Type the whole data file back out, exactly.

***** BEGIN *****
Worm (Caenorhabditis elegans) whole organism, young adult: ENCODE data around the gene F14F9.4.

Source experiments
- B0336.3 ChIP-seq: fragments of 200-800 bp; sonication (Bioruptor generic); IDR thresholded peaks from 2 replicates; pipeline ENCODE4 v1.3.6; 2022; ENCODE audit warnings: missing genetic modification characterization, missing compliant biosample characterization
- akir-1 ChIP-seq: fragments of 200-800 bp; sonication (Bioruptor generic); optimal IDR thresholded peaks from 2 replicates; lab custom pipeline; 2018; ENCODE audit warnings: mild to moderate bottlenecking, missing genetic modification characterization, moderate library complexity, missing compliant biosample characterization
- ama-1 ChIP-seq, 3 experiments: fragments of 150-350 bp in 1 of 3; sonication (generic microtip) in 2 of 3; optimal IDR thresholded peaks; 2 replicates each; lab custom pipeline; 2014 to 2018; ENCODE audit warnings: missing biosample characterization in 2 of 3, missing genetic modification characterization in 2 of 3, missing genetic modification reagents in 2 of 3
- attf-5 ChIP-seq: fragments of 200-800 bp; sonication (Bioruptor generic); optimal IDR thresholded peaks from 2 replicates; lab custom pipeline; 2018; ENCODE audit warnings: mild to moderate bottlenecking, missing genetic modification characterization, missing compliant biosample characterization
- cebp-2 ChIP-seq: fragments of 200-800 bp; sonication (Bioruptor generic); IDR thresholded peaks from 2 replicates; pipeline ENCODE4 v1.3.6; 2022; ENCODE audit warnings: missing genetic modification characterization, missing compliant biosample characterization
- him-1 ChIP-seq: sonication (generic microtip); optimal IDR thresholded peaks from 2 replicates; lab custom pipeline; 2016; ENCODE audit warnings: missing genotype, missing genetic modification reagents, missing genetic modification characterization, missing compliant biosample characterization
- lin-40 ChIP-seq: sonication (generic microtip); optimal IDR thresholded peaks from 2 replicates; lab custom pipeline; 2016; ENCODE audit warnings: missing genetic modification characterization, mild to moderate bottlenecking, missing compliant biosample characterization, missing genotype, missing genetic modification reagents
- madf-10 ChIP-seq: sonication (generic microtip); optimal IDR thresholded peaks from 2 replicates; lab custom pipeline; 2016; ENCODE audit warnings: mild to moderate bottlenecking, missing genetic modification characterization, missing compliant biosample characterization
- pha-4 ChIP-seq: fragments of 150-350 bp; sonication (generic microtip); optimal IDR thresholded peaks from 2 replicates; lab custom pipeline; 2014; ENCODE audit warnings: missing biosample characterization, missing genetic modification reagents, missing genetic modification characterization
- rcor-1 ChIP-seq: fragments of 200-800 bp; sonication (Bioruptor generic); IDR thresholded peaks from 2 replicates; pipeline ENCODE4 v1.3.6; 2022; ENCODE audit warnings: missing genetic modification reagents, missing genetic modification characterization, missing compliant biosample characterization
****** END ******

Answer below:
Worm (Caenorhabditis elegans) whole organism, young adult: ENCODE data around the gene F14F9.4.

Source experiments
- B0336.3 ChIP-seq: fragments of 200-800 bp; sonication (Bioruptor generic); IDR thresholded peaks from 2 replicates; pipeline ENCODE4 v1.3.6; 2022; ENCODE audit warnings: missing genetic modification characterization, missing compliant biosample characterization
- akir-1 ChIP-seq: fragments of 200-800 bp; sonication (Bioruptor generic); optimal IDR thresholded peaks from 2 replicates; lab custom pipeline; 2018; ENCODE audit warnings: mild to moderate bottlenecking, missing genetic modification characterization, moderate library complexity, missing compliant biosample characterization
- ama-1 ChIP-seq, 3 experiments: fragments of 150-350 bp in 1 of 3; sonication (generic microtip) in 2 of 3; optimal IDR thresholded peaks; 2 replicates each; lab custom pipeline; 2014 to 2018; ENCODE audit warnings: missing biosample characterization in 2 of 3, missing genetic modification characterization in 2 of 3, missing genetic modification reagents in 2 of 3
- attf-5 ChIP-seq: fragments of 200-800 bp; sonication (Bioruptor generic); optimal IDR thresholded peaks from 2 replicates; lab custom pipeline; 2018; ENCODE audit warnings: mild to moderate bottlenecking, missing genetic modification characterization, missing compliant biosample characterization
- cebp-2 ChIP-seq: fragments of 200-800 bp; sonication (Bioruptor generic); IDR thresholded peaks from 2 replicates; pipeline ENCODE4 v1.3.6; 2022; ENCODE audit warnings: missing genetic modification characterization, missing compliant biosample characterization
- him-1 ChIP-seq: sonication (generic microtip); optimal IDR thresholded peaks from 2 replicates; lab custom pipeline; 2016; ENCODE audit warnings: missing genotype, missing genetic modification reagents, missing genetic modification characterization, missing compliant biosample characterization
- lin-40 ChIP-seq: sonication (generic microtip); optimal IDR thresholded peaks from 2 replicates; lab custom pipeline; 2016; ENCODE audit warnings: missing genetic modification characterization, mild to moderate bottlenecking, missing compliant biosample characterization, missing genotype, missing genetic modification reagents
- madf-10 ChIP-seq: sonication (generic microtip); optimal IDR thresholded peaks from 2 replicates; lab custom pipeline; 2016; ENCODE audit warnings: mild to moderate bottlenecking, missing genetic modification characterization, missing compliant biosample characterization
- pha-4 ChIP-seq: fragments of 150-350 bp; sonication (generic microtip); optimal IDR thresholded peaks from 2 replicates; lab custom pipeline; 2014; ENCODE audit warnings: missing biosample characterization, missing genetic modification reagents, missing genetic modification characterization
- rcor-1 ChIP-seq: fragments of 200-800 bp; sonication (Bioruptor generic); IDR thresholded peaks from 2 replicates; pipeline ENCODE4 v1.3.6; 2022; ENCODE audit warnings: missing genetic modification reagents, missing genetic modification characterization, missing compliant biosample characterization